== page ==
Is there any way that looking at this world-record tiny plane won’t prompt the thought of a bumble bee? Believe it or not it does fly with crazy-cramped quarters for the pilot; but it doesn’t buzz.
Having driven from NYC to Yosemite in 72 hours going west during my eighth crossing this year I was content to take my time going east on my ninth crossing. I managed to spend three days in Arizona and New Mexico and a fourth day in Colorado. Then I heard that my new iPhone had arrived and within three days I was home again. It’s nice to be back.
While I loitered, I saw many things but I’ll only mention four here now. Continue reading
This vantage point above Avalon gives perspective on the island. It juts out of the water with force and is quite unforgivingly. It is an island with strong character, not some sandy mound that barely surfaces.
The island tempted me to hike its length in stages. First I enjoyed walking around Avalon between sessions of the JazzTrax Festival. Later I ventured out to hike around the ridge of the valley around Avalon and from the “Airport in the Sky” to Avalon. Having 2/5 of the island under my belt I decided I should tackle the recently completed enchilada, the TCT.
My scheme was to tempt my uncle by leading him down the same path. Continue reading
Happy to have succeeded I rewarded myself with a giant cookie from the Airport Cafe. It’s a little mental motivation I gave myself to finish the Trans-Catalina Trail. Another great adventure complete!
The trail was 38 miles long but I hiked over 45 to make it happen. From the top of Catalina at Starlight Beach to the bottom at Pebbly Beach I hiked and hiked and hiked. Logistics were a bit of a challenge. Weather interrupted my progress for a day. However today I completed my goal: I hiked the TCT!
So how did this compare with other hikes? I was surprised by how difficult the trails were and it took me a while to figure our why. I’ve hiked many steep mountains but they rarely have felt this challenging. Then it struck me. Those who designed the TCT very rarely used switchbacks to make climbing easier. Instead they simply took you straight up a mountainside which, of course, is shorter but takes much more effort. But for the 35 pound pack on my back I wouldn’t have minded.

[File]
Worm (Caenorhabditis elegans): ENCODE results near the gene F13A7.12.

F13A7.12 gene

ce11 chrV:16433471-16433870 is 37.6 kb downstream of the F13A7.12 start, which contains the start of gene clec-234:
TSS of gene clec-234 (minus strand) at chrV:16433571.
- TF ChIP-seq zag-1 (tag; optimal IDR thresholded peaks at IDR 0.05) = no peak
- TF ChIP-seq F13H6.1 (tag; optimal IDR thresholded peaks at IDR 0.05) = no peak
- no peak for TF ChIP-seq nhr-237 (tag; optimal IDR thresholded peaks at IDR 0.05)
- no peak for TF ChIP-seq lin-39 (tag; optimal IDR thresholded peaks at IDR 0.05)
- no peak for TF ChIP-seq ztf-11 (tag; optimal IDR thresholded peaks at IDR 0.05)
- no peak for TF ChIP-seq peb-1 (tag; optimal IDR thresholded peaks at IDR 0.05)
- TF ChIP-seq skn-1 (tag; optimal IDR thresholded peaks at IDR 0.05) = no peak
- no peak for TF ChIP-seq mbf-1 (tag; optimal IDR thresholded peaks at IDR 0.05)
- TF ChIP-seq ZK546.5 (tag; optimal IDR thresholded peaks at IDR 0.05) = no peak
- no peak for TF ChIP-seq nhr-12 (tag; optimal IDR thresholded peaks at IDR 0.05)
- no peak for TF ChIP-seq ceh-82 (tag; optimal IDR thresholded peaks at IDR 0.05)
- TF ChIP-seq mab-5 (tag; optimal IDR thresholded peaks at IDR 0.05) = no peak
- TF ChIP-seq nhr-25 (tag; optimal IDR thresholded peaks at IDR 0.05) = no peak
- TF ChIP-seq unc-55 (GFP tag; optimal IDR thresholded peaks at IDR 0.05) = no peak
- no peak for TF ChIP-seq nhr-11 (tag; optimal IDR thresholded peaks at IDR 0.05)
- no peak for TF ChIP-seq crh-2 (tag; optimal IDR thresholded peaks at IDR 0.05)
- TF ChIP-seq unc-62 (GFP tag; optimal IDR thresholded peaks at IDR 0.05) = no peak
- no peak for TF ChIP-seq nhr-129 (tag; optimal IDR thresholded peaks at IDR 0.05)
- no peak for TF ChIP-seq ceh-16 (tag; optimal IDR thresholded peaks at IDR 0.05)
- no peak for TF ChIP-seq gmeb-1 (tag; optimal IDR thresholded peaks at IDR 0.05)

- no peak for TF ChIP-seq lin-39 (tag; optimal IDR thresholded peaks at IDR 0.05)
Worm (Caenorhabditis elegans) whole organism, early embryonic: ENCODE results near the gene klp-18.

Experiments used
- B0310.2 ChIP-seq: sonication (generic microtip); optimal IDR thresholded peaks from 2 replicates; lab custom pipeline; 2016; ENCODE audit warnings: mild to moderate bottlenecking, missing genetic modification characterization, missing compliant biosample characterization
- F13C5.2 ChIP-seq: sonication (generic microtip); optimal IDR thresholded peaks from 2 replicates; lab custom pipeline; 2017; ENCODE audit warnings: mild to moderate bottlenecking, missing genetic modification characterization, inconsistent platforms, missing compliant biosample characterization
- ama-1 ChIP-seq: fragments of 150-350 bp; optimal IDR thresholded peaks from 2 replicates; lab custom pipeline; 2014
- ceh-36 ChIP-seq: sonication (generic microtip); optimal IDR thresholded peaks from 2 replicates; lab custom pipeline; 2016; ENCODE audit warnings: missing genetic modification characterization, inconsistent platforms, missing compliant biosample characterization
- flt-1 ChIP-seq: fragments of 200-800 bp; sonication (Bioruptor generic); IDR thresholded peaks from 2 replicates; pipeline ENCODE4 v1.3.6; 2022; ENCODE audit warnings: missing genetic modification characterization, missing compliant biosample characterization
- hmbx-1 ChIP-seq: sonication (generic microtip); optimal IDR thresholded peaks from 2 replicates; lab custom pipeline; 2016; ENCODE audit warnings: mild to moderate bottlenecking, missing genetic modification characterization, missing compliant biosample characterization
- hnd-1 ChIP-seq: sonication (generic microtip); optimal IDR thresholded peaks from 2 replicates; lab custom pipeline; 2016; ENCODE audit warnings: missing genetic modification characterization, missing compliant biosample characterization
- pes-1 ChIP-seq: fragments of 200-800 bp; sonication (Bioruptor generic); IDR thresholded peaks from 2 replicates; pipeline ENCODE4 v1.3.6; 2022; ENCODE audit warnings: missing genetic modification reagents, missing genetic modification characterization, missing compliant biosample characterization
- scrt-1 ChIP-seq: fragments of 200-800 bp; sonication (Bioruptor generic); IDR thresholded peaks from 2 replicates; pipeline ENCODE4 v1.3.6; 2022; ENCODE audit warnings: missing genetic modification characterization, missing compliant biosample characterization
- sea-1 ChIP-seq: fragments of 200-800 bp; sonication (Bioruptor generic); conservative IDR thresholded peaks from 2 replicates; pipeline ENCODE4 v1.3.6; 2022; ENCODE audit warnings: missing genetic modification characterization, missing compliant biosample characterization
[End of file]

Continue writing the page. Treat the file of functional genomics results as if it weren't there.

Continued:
I’m not going take you on a blow-by-blow of my days of adventure. It was in many ways a walk across a desert island with sea and sky almost always in view and more often than not the coastline too. There were animals I did not recognize, bison often too close for comfort and beautiful landscapes.
I leave you with my favorite impressions: harbors, beaches and coves. Continue reading
I did not expect to find hundreds of pirates when I arrived in Two Harbors. Sure, it was the end of Buccaneer Days but I had no idea the zeal to which people got into costume. There was “Argh” aplenty!
Camp sites had been unavailable prior to my arrival. This harbors town in the north of Catalina Island was flooded with 3,000 visitors from the mainland. With no more than a hand full of hotel rooms in the area, everyone had to camp. Not till they left could I reserve a space. Today I caught the exodus.
Two Harbors was my base of operations at the start of my hike along the length of Catalina Island on a trail called the Trans-Catalina Trail (or TCT). I started my day in Palm Springs, drove to Long Beach for to the ferry to Avalon where I left my festival clothing, and then boarded a bus for the ride north to my campground. The air was thick with tired reverie, hoarse voices and residual inebriation. Buccaneers had come to have a good time with apparent success. I’d come for an entirely different type of good time and hoped to have similar success. The first stop: set up camp.
While dry and dusty, this desert campground was a stone’s throw from the harbor. What a joy to be in such a beautiful setting. As I assembled my tent I could hear sails luffing, metal clanging against masts, and happy boaters winding down their visit. The place would be quiet by night as everyone went back home and I would have the place to myself. Continue reading